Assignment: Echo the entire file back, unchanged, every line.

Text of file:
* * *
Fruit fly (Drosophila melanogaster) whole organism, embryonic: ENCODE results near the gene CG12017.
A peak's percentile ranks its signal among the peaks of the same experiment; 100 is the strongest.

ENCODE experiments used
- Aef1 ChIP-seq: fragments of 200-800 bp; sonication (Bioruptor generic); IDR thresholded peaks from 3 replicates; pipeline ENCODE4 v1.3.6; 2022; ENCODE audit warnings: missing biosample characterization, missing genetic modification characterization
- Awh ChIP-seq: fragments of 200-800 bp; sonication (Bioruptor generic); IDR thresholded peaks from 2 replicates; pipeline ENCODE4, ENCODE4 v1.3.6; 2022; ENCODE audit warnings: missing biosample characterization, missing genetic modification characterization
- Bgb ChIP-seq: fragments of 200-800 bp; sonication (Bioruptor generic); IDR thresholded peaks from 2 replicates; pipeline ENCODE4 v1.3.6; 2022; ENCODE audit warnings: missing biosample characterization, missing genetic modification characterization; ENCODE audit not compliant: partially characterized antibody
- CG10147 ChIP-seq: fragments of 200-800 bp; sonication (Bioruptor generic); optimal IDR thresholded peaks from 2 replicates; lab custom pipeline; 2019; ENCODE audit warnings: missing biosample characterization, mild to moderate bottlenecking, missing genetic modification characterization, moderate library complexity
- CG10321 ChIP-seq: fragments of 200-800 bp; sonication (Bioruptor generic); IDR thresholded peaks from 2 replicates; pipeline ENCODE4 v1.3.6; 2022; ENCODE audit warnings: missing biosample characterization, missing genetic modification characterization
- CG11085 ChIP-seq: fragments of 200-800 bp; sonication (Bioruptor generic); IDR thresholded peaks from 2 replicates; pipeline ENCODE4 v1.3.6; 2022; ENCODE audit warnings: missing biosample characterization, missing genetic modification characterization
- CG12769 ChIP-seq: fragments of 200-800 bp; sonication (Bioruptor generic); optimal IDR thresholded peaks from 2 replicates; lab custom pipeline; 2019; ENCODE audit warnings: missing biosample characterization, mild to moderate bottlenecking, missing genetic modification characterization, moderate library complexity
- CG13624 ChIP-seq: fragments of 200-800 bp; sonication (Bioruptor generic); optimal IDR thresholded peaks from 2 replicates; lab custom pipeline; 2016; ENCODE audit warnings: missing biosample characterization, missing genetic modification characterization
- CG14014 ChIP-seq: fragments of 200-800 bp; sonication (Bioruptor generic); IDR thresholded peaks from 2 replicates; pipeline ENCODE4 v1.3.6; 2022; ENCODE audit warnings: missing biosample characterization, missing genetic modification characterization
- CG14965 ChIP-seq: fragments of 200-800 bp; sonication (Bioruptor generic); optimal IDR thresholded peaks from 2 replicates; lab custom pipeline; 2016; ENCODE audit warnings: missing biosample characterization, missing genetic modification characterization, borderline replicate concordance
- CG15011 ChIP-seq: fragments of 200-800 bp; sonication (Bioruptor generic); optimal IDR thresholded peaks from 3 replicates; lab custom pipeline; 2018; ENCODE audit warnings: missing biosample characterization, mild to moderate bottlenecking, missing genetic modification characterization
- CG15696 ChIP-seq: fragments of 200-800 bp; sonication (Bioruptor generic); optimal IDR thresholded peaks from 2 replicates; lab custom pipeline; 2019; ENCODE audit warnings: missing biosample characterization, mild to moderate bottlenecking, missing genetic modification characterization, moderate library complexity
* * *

Fruit fly (Drosophila melanogaster) whole organism, embryonic: ENCODE results near the gene CG12017.
A peak's percentile ranks its signal among the peaks of the same experiment; 100 is the strongest.

ENCODE experiments used
- Aef1 ChIP-seq: fragments of 200-800 bp; sonication (Bioruptor generic); IDR thresholded peaks from 3 replicates; pipeline ENCODE4 v1.3.6; 2022; ENCODE audit warnings: missing biosample characterization, missing genetic modification characterization
- Awh ChIP-seq: fragments of 200-800 bp; sonication (Bioruptor generic); IDR thresholded peaks from 2 replicates; pipeline ENCODE4, ENCODE4 v1.3.6; 2022; ENCODE audit warnings: missing biosample characterization, missing genetic modification characterization
- Bgb ChIP-seq: fragments of 200-800 bp; sonication (Bioruptor generic); IDR thresholded peaks from 2 replicates; pipeline ENCODE4 v1.3.6; 2022; ENCODE audit warnings: missing biosample characterization, missing genetic modification characterization; ENCODE audit not compliant: partially characterized antibody
- CG10147 ChIP-seq: fragments of 200-800 bp; sonication (Bioruptor generic); optimal IDR thresholded peaks from 2 replicates; lab custom pipeline; 2019; ENCODE audit warnings: missing biosample characterization, mild to moderate bottlenecking, missing genetic modification characterization, moderate library complexity
- CG10321 ChIP-seq: fragments of 200-800 bp; sonication (Bioruptor generic); IDR thresholded peaks from 2 replicates; pipeline ENCODE4 v1.3.6; 2022; ENCODE audit warnings: missing biosample characterization, missing genetic modification characterization
- CG11085 ChIP-seq: fragments of 200-800 bp; sonication (Bioruptor generic); IDR thresholded peaks from 2 replicates; pipeline ENCODE4 v1.3.6; 2022; ENCODE audit warnings: missing biosample characterization, missing genetic modification characterization
- CG12769 ChIP-seq: fragments of 200-800 bp; sonication (Bioruptor generic); optimal IDR thresholded peaks from 2 replicates; lab custom pipeline; 2019; ENCODE audit warnings: missing biosample characterization, mild to moderate bottlenecking, missing genetic modification characterization, moderate library complexity
- CG13624 ChIP-seq: fragments of 200-800 bp; sonication (Bioruptor generic); optimal IDR thresholded peaks from 2 replicates; lab custom pipeline; 2016; ENCODE audit warnings: missing biosample characterization, missing genetic modification characterization
- CG14014 ChIP-seq: fragments of 200-800 bp; sonication (Bioruptor generic); IDR thresholded peaks from 2 replicates; pipeline ENCODE4 v1.3.6; 2022; ENCODE audit warnings: missing biosample characterization, missing genetic modification characterization
- CG14965 ChIP-seq: fragments of 200-800 bp; sonication (Bioruptor generic); optimal IDR thresholded peaks from 2 replicates; lab custom pipeline; 2016; ENCODE audit warnings: missing biosample characterization, missing genetic modification characterization, borderline replicate concordance
- CG15011 ChIP-seq: fragments of 200-800 bp; sonication (Bioruptor generic); optimal IDR thresholded peaks from 3 replicates; lab custom pipeline; 2018; ENCODE audit warnings: missing biosample characterization, mild to moderate bottlenecking, missing genetic modification characterization
- CG15696 ChIP-seq: fragments of 200-800 bp; sonication (Bioruptor generic); optimal IDR thresholded peaks from 2 replicates; lab custom pipeline; 2019; ENCODE audit warnings: missing biosample characterization, mild to moderate bottlenecking, missing genetic modification characterization, moderate library complexity